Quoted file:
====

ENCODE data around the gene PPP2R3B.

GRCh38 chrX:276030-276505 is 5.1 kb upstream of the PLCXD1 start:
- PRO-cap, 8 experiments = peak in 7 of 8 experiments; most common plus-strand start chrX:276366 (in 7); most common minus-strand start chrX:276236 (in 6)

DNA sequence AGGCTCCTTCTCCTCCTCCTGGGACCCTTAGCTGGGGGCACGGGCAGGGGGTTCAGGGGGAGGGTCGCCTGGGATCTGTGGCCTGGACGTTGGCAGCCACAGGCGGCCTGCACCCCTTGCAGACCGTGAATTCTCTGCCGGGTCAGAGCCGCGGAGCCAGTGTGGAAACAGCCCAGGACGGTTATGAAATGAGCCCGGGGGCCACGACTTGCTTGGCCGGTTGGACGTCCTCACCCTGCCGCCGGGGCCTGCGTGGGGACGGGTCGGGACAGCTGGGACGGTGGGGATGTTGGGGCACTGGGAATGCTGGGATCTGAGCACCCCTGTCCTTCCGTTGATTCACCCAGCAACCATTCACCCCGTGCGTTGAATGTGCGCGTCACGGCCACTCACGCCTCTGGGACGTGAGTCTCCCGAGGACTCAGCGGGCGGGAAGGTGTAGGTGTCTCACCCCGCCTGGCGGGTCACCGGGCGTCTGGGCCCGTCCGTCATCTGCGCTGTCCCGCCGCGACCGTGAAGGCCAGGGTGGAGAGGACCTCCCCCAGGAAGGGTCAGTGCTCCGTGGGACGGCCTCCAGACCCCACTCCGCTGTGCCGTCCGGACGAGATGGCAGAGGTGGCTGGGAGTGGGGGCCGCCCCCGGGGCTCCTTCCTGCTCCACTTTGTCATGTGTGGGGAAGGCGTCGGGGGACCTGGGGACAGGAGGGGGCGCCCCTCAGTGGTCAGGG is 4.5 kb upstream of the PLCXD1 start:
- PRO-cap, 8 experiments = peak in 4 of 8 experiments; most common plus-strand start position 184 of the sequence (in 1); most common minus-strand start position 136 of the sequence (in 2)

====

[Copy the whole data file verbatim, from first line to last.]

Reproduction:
ENCODE data around the gene PPP2R3B.

GRCh38 chrX:276030-276505 is 5.1 kb upstream of the PLCXD1 start:
- PRO-cap, 8 experiments = peak in 7 of 8 experiments; most common plus-strand start chrX:276366 (in 7); most common minus-strand start chrX:276236 (in 6)

DNA sequence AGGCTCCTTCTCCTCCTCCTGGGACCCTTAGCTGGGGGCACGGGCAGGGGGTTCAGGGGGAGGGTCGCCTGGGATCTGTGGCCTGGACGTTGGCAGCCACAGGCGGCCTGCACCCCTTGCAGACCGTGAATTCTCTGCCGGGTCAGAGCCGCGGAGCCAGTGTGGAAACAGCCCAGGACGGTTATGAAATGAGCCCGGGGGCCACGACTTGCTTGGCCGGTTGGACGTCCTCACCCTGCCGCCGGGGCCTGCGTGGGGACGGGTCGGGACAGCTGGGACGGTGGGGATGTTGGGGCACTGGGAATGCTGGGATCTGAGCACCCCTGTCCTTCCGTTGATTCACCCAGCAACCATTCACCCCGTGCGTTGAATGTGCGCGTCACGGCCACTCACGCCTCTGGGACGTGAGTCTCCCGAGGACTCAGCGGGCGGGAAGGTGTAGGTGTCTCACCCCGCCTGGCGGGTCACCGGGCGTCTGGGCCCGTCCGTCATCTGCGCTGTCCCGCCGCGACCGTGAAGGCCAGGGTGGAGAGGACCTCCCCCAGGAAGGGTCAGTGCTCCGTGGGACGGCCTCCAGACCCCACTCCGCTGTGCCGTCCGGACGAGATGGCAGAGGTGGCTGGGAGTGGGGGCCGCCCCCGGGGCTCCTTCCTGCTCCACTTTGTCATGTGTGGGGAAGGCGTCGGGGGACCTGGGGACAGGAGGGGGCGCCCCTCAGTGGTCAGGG is 4.5 kb upstream of the PLCXD1 start:
- PRO-cap, 8 experiments = peak in 4 of 8 experiments; most common plus-strand start position 184 of the sequence (in 1); most common minus-strand start position 136 of the sequence (in 2)